• January 2012 – Purchased plot
  • March 2012 – Work commenced on site
  • June 2012 – Substructure and floor slab completed
  • September 2012 – Timber frame completed
  • November 2012 – Plumbing and electrics completed; insulation installed
  • February 2013 – House occupied
  • March 2013 – MVHR system commissioned
  • May 2013 – Stonework /roofing completed
  • August 2013 – Surface water drainage completed

Learning Points:

  • Don’t assume that you can do everything. Phil thought he would be able to carry out the roles of Designer, Project Manager, Quantity Surveyor, Buyer, Contracts Manager, Site Manager and Clerk of Works while undertaking the build plus supervising and helping all the sub-Contractors. In spite of a life spent in the architectural profession, this turned out to be an impossible task and led to massive stress with periods of complete mental and physical exhaustion and an absence of an income during most of the build period.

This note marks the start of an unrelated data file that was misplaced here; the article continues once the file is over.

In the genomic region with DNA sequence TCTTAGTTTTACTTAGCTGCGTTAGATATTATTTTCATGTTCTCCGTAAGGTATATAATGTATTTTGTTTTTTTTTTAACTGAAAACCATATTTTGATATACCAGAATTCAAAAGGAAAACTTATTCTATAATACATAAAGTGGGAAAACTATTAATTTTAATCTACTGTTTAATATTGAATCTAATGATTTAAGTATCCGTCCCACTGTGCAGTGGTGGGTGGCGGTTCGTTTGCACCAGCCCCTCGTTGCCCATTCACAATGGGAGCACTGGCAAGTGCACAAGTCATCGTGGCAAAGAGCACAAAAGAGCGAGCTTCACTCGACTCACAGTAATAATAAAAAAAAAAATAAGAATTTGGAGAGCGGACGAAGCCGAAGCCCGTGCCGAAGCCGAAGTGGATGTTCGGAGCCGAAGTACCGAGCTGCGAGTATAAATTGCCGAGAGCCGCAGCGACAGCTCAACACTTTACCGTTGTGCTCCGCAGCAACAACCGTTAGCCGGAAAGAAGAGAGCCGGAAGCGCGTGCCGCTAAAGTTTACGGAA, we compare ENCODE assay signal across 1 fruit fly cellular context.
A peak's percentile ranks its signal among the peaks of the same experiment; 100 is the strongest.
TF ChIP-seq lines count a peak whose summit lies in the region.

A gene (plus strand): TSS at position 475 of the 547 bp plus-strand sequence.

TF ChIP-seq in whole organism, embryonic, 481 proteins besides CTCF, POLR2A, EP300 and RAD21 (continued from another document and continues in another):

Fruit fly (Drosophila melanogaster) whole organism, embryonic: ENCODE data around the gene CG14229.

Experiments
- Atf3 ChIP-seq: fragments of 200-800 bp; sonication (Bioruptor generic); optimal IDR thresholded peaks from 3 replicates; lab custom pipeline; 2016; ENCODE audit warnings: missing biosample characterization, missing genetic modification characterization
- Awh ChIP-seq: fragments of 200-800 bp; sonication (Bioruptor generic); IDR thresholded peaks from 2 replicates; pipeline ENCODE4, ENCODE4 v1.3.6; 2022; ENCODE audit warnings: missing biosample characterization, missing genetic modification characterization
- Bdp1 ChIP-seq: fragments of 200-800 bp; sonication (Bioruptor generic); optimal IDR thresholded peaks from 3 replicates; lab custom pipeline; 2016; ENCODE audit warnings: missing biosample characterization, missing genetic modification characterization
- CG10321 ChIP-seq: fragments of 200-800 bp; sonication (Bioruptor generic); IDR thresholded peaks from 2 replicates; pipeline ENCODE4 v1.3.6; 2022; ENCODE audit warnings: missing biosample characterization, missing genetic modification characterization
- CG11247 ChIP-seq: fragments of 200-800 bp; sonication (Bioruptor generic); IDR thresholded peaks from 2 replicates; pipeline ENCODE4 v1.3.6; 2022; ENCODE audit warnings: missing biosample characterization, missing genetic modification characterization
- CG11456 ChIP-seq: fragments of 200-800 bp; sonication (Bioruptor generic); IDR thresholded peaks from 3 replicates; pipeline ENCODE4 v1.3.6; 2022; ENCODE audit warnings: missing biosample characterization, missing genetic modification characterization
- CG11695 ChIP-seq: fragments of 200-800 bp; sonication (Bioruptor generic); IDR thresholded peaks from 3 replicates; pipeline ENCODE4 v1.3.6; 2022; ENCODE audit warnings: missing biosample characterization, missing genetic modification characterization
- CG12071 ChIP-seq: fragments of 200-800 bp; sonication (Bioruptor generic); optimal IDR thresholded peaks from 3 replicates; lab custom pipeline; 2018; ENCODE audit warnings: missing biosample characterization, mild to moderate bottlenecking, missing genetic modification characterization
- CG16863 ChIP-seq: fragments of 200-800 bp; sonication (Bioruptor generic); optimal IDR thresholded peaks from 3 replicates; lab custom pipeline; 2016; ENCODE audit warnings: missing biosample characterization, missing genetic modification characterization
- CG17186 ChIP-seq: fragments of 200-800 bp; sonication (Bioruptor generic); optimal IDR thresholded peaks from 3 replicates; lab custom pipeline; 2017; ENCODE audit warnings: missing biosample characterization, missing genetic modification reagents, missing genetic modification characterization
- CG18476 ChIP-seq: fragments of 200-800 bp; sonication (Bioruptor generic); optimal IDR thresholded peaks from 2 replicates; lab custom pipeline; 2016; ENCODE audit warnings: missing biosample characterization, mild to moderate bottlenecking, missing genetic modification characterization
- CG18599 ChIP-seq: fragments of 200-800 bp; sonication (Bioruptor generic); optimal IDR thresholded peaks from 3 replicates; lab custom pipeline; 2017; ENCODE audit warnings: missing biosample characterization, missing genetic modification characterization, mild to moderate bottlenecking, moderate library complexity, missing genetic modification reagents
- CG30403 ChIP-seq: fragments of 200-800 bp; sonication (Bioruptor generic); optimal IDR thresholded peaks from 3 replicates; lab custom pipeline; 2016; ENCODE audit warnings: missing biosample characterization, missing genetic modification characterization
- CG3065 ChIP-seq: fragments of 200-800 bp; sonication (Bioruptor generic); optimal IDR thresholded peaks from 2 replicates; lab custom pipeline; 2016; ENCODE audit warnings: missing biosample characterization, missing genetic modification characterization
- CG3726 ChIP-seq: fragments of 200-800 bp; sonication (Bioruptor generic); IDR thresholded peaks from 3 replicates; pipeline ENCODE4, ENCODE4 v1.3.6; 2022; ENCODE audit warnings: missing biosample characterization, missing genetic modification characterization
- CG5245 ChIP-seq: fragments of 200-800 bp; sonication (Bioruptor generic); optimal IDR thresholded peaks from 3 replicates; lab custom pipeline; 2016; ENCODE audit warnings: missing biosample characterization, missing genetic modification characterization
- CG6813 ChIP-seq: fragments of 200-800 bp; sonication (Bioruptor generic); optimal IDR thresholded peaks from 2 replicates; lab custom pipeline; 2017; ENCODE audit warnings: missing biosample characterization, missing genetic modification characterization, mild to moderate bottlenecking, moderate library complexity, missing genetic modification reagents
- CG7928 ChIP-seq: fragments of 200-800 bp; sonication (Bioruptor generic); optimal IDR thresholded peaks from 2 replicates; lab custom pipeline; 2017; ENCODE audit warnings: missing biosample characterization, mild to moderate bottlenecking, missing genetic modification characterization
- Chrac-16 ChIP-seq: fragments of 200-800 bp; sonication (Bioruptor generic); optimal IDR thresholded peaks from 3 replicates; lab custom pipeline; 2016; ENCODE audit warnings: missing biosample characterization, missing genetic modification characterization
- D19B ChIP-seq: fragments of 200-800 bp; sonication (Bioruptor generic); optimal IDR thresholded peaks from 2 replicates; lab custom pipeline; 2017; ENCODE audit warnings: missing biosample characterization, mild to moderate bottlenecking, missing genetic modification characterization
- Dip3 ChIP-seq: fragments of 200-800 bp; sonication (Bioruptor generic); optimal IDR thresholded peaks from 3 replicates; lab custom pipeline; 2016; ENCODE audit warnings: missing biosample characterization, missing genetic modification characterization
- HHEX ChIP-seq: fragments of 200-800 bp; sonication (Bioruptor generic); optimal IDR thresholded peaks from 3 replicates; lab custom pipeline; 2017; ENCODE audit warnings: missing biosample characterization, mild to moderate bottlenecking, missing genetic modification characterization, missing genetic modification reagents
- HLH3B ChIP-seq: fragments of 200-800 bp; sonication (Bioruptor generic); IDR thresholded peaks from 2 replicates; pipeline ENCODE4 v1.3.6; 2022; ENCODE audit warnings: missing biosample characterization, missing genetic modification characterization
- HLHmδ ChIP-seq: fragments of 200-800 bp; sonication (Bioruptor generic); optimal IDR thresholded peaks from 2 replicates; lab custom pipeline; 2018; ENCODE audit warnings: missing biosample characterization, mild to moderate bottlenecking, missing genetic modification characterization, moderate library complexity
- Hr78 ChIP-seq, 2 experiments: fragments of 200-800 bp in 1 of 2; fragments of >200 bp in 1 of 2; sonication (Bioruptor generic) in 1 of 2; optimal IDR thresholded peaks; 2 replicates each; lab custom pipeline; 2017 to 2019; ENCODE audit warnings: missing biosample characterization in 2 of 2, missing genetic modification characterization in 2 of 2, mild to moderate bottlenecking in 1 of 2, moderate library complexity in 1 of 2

• Don’t under-estimate the problems that bad weather can cause. Strong winds and heavy rain severely hampered:
    • the erection of the I-beam roof – which involved constantly mopping out the ground floor;
    • the external stonework construction – progress on the stonework almost ground to a halt, mainly due to low temperatures. Despite laying over 40 tons of type 1 stone over the area around the site, the house was surrounded by perma-mud, caused by the rain, which paddled into the house;
    • the installation of services and drainage connections, and;
    • the erection of the timber frame, which took four times as long to complete.
  • Including stonework in a project can be a real financial killer. The stone alone cost over £12k and it has cost around £18k in sand, cement and labour charges to have the stonework erected. By contrast, the timber frame was only £27k and that included all the internal walls and two staircases plus an external weather-tight membrane to the walls and roof.